My Dog Ate A Ham Bone Will He Get Sick?

By Julie •  Updated: 02/13/21 •  3 min read
The contents of the OurFitPets.com website, such as text, graphics, images, and other material contained on this site (“Content”) are for informational purposes only. The Content is not intended to be a substitute for professional veterinarian advice, diagnosis, or treatment. Always seek the advice of your veterinarian with any questions you may have regarding the medical condition of your pet. Never disregard professional advice or delay in seeking it because of something you have read on this website!

Oops! Did your dog get into the trash and dig out a ham bone? Did he wolf it down before you had a chance to get it? It happens! Dogs are always out looking for something to snack on! However, there may be some things you should watch for now the ham bone’s gone.

Online Veterinary 24/7
Chat With A Veterinarian Online

Connect with a verified veterinarian in minutes. No waiting for appointments or office hours. No high fees. No need to worry about your furry family member.

Dogs & Bones

Your fur baby’s ancient ancestor is the wolf. Think of that for a minute and then look at your dog. Can you see the resemblance? Well, it might be challenging to see, especially if you have a small, regal Shih Tzu or a similar dog. Still, your dog’s wild ancestors were once wolves. What’s the point? We’re getting there!

Can My Dog Be Lactose Intolerant?
Can My Dog Be Lactose Intolerant?

The point is that ancient wolves and other canines have always hunted their prey and eaten it whole. That means bones and all. The same applies today with wolves and wild dogs. They eat every part of the animal, including the bones.

Bones contain many valuable nutrients that wild canines have needed for thousands of years. Our domesticated canine companions haven’t changed too drastically from their wild cousins. They still need about the same nutrients as a wolf.

So, why are we so fussy about giving our dogs bones?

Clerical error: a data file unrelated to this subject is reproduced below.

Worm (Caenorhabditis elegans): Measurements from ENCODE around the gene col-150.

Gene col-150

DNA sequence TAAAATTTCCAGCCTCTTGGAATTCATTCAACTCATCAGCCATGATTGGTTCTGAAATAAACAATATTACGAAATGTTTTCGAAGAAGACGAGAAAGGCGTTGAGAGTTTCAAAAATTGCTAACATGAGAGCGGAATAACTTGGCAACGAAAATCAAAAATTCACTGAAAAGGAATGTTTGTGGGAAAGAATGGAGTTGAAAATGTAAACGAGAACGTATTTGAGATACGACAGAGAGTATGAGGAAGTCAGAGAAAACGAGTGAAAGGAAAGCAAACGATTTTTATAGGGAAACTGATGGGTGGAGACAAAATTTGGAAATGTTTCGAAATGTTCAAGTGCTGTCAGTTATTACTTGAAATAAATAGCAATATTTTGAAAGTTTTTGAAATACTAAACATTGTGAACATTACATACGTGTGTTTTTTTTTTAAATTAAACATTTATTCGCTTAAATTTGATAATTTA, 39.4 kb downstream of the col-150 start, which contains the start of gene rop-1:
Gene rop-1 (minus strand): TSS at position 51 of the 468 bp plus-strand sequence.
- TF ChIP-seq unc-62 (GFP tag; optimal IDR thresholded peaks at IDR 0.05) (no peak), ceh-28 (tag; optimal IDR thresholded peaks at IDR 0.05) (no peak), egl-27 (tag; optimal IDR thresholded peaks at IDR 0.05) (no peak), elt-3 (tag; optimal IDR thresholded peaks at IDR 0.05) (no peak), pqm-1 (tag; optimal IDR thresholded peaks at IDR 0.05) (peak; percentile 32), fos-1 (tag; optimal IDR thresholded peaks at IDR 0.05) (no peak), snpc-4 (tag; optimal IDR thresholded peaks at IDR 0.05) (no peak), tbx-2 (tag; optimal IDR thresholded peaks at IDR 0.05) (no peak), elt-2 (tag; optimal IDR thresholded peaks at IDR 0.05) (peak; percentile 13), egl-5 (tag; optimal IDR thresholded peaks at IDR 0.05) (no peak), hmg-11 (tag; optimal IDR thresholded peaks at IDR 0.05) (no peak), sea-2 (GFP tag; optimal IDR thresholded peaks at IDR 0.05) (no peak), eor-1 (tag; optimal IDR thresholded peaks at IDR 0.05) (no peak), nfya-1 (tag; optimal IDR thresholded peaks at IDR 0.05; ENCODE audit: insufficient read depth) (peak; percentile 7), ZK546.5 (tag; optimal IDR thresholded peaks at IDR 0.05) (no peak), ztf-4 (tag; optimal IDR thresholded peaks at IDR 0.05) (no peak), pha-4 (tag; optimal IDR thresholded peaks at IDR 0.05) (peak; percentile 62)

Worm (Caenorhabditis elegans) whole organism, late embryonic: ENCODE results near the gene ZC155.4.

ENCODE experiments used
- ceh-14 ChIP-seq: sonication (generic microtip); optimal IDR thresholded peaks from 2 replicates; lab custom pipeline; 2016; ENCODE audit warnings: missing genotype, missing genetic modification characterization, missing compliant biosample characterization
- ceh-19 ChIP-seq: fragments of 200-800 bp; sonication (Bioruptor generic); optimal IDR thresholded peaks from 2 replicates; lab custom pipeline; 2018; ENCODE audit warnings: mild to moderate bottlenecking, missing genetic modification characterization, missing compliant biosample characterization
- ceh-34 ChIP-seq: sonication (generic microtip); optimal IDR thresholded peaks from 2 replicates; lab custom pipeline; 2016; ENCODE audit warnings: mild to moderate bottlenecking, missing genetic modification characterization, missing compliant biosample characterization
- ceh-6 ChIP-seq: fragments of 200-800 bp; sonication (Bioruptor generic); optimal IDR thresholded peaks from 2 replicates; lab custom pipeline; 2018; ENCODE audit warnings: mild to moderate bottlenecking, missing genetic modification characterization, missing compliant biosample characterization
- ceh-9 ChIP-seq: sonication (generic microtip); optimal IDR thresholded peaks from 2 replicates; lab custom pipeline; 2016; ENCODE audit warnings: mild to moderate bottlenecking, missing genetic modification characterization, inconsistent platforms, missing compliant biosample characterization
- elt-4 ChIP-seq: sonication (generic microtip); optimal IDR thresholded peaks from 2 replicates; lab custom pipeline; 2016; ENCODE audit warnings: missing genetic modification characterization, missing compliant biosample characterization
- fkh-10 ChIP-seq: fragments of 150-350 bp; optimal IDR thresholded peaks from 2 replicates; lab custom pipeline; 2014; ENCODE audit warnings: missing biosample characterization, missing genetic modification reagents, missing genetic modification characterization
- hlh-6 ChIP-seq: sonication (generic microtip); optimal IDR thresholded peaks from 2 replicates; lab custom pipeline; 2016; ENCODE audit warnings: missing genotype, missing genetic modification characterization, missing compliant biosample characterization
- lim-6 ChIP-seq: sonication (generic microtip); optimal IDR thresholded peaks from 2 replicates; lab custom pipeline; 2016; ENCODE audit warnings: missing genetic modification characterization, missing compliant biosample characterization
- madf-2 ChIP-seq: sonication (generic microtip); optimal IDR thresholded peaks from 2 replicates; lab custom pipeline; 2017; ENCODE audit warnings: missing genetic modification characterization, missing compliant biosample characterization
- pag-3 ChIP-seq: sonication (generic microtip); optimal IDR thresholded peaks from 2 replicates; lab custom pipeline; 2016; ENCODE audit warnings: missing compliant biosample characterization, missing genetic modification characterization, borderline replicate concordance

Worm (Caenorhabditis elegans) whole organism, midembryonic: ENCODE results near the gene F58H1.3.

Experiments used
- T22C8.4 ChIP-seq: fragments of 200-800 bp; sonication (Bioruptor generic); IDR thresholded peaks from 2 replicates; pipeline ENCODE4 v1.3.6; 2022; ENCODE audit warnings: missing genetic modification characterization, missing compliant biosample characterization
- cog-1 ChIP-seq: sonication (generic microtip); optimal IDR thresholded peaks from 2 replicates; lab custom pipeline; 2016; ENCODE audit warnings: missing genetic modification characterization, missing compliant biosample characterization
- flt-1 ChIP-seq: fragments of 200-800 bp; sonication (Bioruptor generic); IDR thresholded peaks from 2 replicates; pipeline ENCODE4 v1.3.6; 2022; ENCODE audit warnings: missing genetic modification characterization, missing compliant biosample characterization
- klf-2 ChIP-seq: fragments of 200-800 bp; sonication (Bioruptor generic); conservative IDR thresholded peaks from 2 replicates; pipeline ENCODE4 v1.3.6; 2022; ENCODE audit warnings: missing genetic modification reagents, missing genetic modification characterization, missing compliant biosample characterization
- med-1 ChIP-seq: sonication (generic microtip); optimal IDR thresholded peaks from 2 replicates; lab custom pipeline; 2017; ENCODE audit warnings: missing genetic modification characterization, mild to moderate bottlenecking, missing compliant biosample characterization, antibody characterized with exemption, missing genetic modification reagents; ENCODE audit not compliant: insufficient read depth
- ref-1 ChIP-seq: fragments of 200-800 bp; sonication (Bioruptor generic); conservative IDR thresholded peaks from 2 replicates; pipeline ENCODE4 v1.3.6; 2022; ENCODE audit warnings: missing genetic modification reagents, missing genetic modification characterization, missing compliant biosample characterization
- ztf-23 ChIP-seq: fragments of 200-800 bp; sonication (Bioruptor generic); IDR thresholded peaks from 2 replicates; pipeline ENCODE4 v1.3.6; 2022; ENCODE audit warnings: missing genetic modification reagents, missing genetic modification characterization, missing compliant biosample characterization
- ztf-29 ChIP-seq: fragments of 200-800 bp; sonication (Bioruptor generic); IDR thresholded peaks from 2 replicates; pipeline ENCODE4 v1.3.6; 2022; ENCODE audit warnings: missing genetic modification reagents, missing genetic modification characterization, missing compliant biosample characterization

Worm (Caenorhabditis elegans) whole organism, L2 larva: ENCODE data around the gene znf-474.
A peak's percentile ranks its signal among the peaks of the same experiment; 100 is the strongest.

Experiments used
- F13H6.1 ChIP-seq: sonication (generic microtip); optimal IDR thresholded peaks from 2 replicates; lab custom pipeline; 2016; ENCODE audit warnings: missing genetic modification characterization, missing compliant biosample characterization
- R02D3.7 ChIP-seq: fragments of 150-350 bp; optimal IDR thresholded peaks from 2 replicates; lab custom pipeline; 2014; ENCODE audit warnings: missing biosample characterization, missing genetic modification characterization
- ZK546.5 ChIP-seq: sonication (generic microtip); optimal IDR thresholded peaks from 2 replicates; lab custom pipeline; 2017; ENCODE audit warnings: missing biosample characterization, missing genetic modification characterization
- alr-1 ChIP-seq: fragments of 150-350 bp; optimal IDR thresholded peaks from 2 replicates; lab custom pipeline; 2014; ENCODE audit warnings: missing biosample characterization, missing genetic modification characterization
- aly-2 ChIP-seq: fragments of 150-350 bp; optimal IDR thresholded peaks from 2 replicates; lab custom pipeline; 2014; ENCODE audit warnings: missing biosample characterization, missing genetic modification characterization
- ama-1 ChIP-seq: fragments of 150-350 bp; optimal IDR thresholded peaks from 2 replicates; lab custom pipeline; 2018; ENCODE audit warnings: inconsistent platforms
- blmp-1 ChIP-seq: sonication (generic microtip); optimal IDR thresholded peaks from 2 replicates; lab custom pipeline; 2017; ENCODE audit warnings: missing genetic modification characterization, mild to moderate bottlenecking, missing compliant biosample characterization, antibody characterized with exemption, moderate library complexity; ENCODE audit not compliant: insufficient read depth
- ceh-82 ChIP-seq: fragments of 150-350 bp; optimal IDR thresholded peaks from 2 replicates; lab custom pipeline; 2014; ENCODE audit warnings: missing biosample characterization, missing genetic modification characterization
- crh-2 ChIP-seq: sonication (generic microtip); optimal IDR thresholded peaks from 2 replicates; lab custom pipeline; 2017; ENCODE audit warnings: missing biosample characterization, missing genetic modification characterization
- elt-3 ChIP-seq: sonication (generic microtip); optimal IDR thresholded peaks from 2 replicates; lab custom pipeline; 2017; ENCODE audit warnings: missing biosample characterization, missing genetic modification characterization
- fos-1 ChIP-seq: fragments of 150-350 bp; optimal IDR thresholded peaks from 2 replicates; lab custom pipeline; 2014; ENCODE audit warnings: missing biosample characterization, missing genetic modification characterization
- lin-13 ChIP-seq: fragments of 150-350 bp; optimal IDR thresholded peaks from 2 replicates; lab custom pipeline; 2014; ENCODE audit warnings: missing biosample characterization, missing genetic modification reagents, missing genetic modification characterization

Online Veterinary 24/7
Chat With A Veterinarian Online

Connect with a verified veterinarian in minutes. No waiting for appointments or office hours. No high fees. No need to worry about your furry family member.

Be Careful Giving Your Dog Bones

The reason comes down to the type of bones we give our dogs. Raw bones are much safer for your dog than cooked bones, no matter what kind of bone you may have.

The problem with cooked bones is that they become dry and brittle. When chewed or crunched by your dog’s teeth, the brittle bones can shatter into thousands of sharp pieces. And this is where the problem starts to become dangerous.

Health Issues Caused by Brittle Bones

There are a number of health issues your dog could suffer from after eating cooked bones. We’d like to take a look at a couple of problems that could be serious.

Perforation of the gastrointestinal tract: this condition is caused by fine, sharp bone fragments. The sharp bone fragments enter the gastrointestinal tract, where they can puncture or perforate any organ. This can lead to internal bleeding, which is a medical emergency.

Intestinal obstruction: this condition can be caused if a large bone is ingested whole. The bone can become stuck in the esophagus, stomach, or intestines. This leads to a blockage, which is another medical emergency.

Can Dogs Eat Ham Bones?

Possibly. The answer depends on whether or not the bone was cooked or not. If the bone was cooked, your dog shouldn’t be allowed to eat it. If the bone was raw, he might enjoy it but be sure to monitor him at all times.

If your dog has swallowed an entire ham bone, then it’s probably a good idea to call the vet now before your dog starts to show symptoms. Your vet will have the advice needed on the next steps required in his care.

(Visited 609 times, 1 visits today)

Julie

Julie is a graduate of the University of North Carolina, Wilmington, where she studied Animal science. Though contrary to the opinion of her parents she was meant to study pharmacy, but she was in love with animals especially cats. Julie currently works in an animal research institute (NGO) in California and loves spending quality time with her little cat. She has the passion for making research about animals, how they survive, their way of life among others and publishes it. Julie is also happily married with two kids.

Keep Reading

[class^="wpforms-"]
[class^="wpforms-"]